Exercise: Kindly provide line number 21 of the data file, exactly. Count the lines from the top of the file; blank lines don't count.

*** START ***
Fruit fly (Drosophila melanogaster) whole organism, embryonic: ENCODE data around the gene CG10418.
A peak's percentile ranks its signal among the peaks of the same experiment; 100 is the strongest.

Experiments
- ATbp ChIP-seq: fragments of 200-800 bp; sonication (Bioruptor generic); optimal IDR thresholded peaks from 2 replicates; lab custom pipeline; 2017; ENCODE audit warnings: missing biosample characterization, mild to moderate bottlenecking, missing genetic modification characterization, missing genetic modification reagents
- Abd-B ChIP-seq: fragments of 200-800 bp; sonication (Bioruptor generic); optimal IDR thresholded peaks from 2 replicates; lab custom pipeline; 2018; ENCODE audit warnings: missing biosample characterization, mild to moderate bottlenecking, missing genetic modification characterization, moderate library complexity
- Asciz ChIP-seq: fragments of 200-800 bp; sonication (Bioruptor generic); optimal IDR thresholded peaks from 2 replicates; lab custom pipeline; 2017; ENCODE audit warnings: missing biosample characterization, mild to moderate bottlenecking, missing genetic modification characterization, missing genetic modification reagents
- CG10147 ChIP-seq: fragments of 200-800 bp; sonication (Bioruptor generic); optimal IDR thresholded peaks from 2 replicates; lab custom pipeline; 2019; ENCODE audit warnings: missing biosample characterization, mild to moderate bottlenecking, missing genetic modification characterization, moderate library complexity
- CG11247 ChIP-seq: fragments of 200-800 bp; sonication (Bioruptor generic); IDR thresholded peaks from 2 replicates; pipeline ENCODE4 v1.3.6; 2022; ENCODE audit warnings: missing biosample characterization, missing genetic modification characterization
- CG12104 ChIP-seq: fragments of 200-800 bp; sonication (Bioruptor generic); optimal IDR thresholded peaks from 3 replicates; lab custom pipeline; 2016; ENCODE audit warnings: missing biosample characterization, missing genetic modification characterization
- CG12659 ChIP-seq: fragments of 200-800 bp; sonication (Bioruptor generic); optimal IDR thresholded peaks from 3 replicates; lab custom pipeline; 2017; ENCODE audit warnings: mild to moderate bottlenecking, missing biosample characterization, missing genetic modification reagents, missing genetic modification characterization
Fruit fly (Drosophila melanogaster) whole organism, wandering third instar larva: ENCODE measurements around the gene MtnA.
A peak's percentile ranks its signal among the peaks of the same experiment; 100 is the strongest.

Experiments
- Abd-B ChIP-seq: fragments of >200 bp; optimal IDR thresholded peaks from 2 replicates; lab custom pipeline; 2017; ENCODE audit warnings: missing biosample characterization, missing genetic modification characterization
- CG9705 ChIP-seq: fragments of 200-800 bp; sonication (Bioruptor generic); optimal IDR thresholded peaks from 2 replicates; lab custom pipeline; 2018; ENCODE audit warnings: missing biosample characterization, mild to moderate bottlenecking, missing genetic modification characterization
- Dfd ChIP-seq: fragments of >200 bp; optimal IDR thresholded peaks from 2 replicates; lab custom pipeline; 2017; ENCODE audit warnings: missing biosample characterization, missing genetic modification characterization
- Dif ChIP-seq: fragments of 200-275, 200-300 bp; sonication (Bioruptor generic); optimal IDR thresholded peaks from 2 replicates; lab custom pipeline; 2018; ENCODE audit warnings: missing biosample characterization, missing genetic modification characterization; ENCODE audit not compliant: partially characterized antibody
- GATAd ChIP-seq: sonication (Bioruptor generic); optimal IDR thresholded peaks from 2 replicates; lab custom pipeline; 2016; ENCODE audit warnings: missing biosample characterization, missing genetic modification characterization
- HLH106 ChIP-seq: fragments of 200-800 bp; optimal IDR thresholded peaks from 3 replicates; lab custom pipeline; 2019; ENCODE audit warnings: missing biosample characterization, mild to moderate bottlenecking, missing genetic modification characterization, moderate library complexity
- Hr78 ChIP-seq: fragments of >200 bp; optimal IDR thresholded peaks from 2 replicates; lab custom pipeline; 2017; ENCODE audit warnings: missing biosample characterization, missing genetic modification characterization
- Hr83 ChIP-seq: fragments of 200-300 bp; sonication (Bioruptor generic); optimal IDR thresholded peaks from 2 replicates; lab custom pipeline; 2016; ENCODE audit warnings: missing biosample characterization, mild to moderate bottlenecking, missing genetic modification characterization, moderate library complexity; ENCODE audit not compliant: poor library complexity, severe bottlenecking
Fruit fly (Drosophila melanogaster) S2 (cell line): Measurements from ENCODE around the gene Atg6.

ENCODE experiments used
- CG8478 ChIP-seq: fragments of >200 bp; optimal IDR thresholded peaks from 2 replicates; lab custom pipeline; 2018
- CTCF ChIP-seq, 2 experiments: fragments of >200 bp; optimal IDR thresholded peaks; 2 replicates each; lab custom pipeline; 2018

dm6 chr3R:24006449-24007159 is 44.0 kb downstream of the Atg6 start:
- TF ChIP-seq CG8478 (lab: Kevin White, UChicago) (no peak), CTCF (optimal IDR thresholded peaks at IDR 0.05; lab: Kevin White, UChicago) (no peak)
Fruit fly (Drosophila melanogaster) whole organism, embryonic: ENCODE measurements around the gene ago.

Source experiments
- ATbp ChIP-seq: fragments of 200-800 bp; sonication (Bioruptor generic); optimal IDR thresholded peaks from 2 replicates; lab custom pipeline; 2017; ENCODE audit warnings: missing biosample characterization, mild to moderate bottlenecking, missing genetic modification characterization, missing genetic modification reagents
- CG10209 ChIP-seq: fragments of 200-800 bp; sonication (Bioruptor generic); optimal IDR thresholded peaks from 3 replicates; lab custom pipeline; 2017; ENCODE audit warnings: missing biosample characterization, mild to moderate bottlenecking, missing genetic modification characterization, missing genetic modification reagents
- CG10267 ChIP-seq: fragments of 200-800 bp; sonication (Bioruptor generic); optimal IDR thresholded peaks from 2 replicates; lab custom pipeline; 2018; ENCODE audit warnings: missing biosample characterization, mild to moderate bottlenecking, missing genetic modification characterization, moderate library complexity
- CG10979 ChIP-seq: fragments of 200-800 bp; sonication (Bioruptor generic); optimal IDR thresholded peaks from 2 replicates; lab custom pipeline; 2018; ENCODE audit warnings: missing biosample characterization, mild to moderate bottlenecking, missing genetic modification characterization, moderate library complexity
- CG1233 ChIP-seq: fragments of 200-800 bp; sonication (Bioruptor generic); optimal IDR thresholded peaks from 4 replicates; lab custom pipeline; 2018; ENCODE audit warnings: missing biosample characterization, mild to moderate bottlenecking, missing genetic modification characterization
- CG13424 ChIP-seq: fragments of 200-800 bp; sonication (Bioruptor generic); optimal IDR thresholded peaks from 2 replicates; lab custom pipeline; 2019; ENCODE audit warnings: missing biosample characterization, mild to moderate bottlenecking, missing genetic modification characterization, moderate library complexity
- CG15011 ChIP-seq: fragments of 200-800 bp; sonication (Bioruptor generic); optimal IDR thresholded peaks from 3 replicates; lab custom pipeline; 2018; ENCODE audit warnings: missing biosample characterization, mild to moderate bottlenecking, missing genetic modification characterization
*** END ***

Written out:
- Hr83 ChIP-seq: fragments of 200-300 bp; sonication (Bioruptor generic); optimal IDR thresholded peaks from 2 replicates; lab custom pipeline; 2016; ENCODE audit warnings: missing biosample characterization, mild to moderate bottlenecking, missing genetic modification characterization, moderate library complexity; ENCODE audit not compliant: poor library complexity, severe bottlenecking